Monthly Archives: September 2011

Contradictory Findings and Using Caution When Researching Prostate Cancer Treatment Options

I like when the medical community shares the positive findings of new studies on robotic radical prostatectomy procedures. I like knowing that prostate cancer patients, mine and those just beginning to explore treatment options, can read about the many current successes of robotic prostate surgery. I like when the medical community is united in helping prostate cancer patients gain access to the best treatments available. But what I find most difficult for those exploring prostate cancer treatment options is the widely varying reports often published. Facing a prostate cancer diagnosis is extremely difficult and research is a must. I urge all prostate cancer patients to spend time with their physicians discussing all options, and to gather as much information from as many sources as possible. But what you read and learn must be as carefully considered as the treatment decision itself. The volume of data can be overwhelming and making sense of wildly differing results can be daunting. For example, prostate cancer surgeons at Weill Cornell Medical College in New York recently studied the outcomes of 110,016 prostatectomy patients, finding significant surgical benefits in those who underwent laparoscopic or robotic [...]

Robotic Prostatectomy Surgery and Robotic Radiosurgery – What’s the Difference?

There’s a lot of buzz about robotics in all areas of medicine. Couple that with new advances and the ever changing world of branded medical tools and procedures and there’s bound to be confusion about what’s what. As we continue to read more about Prostate Cancer Awareness month, I want to offer some clarity on two similarly named, though vastly different, prostate cancer treatment options – robotic prostatectomy surgery and robotic radiosurgery. First, robotic radical prostatectomy involves the use of surgeon-guided micro-surgical instruments and high-resolution cameras to aid in the non-invasive removal of the cancerous prostate. I believe this technique gives me, and my patients, the best of both worlds. I can draw on my vast traditional and laparoscopic surgical experience and marry it with the technological advantages of the robot – enhanced vision, precise dexterity and full mobility – to remove the prostate with as little trauma to the patient as possible. In doing so, my patients achieve a 97% cure rate. What’s more, I have the benefit of getting in there and really seeing what’s going on with the cancer. Unfortunately, pre-surgery cancer staging tests don’t really tell [...]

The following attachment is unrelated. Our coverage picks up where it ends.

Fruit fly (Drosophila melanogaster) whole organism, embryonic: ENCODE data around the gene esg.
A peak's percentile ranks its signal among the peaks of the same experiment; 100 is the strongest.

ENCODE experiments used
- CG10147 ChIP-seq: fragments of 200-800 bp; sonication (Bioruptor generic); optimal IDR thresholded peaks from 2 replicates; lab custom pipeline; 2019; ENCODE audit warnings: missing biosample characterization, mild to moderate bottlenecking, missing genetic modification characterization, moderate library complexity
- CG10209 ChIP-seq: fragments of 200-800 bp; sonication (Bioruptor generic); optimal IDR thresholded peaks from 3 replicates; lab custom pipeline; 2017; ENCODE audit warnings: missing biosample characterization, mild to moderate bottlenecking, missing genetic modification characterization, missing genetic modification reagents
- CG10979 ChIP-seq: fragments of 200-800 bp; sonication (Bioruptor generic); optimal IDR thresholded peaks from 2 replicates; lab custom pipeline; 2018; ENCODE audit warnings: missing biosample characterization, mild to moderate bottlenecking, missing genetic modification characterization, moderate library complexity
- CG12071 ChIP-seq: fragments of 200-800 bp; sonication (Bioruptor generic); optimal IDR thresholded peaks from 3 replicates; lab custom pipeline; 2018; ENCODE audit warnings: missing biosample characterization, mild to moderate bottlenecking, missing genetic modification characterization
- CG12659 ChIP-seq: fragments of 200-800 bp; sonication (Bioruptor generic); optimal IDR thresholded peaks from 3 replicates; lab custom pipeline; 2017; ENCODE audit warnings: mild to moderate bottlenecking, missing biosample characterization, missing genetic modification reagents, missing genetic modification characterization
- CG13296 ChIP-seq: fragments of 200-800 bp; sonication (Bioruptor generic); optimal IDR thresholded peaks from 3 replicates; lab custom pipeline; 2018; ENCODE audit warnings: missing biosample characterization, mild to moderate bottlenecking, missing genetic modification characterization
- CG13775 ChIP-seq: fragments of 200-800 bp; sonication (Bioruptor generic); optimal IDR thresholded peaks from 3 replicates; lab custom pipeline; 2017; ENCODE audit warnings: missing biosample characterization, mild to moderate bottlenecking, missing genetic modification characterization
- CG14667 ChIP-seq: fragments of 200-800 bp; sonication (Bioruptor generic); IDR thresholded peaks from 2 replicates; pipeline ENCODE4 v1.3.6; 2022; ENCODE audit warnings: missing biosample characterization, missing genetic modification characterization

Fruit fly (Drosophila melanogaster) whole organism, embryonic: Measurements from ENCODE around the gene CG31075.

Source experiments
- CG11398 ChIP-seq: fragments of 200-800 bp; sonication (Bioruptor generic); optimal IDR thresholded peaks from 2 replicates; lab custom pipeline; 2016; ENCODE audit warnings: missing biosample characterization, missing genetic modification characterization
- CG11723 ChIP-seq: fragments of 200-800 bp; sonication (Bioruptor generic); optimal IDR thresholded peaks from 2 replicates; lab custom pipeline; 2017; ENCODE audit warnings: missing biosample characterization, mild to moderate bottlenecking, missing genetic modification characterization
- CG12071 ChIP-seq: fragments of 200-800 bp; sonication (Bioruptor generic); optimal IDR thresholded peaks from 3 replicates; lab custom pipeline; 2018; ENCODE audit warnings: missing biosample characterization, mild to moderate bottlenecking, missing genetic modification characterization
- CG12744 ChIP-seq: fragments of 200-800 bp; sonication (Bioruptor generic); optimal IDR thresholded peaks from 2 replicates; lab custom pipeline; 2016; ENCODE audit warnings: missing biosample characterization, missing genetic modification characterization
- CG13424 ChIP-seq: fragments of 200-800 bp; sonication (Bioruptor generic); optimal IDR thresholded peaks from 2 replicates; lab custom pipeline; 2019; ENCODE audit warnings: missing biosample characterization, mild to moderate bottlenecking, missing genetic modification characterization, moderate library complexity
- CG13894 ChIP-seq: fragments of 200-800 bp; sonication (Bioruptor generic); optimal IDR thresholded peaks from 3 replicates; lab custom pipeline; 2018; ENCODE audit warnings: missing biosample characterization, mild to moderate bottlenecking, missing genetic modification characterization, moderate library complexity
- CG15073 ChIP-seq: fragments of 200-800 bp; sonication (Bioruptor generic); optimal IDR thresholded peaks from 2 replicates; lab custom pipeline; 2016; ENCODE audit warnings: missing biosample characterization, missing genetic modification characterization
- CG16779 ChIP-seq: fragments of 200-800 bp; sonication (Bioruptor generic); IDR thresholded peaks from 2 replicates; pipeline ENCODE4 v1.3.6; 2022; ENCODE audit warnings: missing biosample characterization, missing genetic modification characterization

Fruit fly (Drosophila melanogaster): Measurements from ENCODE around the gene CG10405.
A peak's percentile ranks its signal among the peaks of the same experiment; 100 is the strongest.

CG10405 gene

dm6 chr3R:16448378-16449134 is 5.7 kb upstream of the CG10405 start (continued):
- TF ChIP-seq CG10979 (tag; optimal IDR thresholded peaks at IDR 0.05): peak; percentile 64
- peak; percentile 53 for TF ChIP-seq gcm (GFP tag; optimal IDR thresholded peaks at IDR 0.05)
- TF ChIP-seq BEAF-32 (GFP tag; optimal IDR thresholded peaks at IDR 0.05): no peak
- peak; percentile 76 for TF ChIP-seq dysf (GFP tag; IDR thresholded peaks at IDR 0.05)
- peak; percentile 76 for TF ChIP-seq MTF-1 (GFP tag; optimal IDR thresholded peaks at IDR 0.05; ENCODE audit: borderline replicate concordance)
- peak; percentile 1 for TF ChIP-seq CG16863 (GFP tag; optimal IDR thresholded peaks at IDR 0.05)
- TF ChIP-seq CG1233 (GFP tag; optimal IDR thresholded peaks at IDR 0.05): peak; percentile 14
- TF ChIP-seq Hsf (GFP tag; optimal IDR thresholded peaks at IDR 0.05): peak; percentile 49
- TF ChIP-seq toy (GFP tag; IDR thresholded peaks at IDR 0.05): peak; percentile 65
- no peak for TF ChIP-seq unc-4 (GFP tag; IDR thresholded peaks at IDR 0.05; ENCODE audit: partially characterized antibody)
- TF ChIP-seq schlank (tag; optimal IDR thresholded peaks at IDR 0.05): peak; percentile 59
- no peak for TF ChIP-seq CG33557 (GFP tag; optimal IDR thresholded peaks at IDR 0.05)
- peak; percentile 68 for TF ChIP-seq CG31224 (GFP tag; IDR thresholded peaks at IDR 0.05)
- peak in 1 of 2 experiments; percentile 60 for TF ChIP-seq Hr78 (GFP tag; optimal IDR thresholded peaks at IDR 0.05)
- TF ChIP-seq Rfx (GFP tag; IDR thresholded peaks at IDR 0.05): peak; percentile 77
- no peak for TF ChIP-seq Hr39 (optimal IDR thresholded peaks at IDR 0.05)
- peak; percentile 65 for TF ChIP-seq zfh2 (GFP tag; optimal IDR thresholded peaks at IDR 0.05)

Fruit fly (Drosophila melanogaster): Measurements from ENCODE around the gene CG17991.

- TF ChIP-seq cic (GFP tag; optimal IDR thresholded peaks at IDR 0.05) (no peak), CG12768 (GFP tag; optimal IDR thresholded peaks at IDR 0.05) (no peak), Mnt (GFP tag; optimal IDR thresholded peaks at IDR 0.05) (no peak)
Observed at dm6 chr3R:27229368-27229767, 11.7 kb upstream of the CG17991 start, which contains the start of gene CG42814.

Calling All Women: Prostate Cancer Awareness Month

My favorite month is here so you know what that means: prostate cancer talk all month long. It’s a time to listen up and study up on all there is to know about preventing, detecting and treating prostate cancer. This month, my message goes out to women. I say this because you know as well as I do that women have the power to make us act. They read all the latest news and blogs, they talk to their friends and their doctors, and they prod us along.  My message is simple: women, do whatever it takes to get your husband, boyfriend, father and/or brother to the doctor this month. And while you’re at it, here’s a “honey-do” list ready for you to hand over. This list highlights the prostate cancer basics we all should know: Learn your prostate cancer risk, Improve your lifestyle, Screen annually and Treat aggressively, if necessary. LEARN Your Risk: Genetics – men with a father or brother with prostate cancer are 2x as likely to develop the disease; having 3 or more relatives with prostate cancer makes a diagnosis almost certain Race – African American [...]

Kegels and Post-Prostatectomy Care

The National Institute of Health Research recently weighed the benefits of using Kegels, pelvic floor toning exercises, in one-on-one physical therapy sessions. Their findings indicate that there is no substantial benefit to the individualized training, nor is it cost-effective. It’s interesting to me that the study seems to be less about the effectiveness of pelvic floor toning exercises, and more about the time (and therefore expense) of one-on-one care after prostate cancer surgery. First, I’d like to remind patients that the level of sexual and urinary function issues they may face post-radical prostatectomy are directly linked to the skill level of the surgeon they select. While da Vinci System technology does provide tremendous benefits in visual magnification and dissection precision during surgery, it’s no replacement for time and experience. My SMART (Samadi Modified Advanced Robotic Technique) method links technology and skill, truly resulting in smart surgery. My patients are experiencing exceptional results with regard to sexual and urinary function. Ninety-six percent regain urinary continence and 87 percent regain sexual function in 12-24 months following surgery. Second, there are instances when men need some additional support following surgery, whether to deal [...]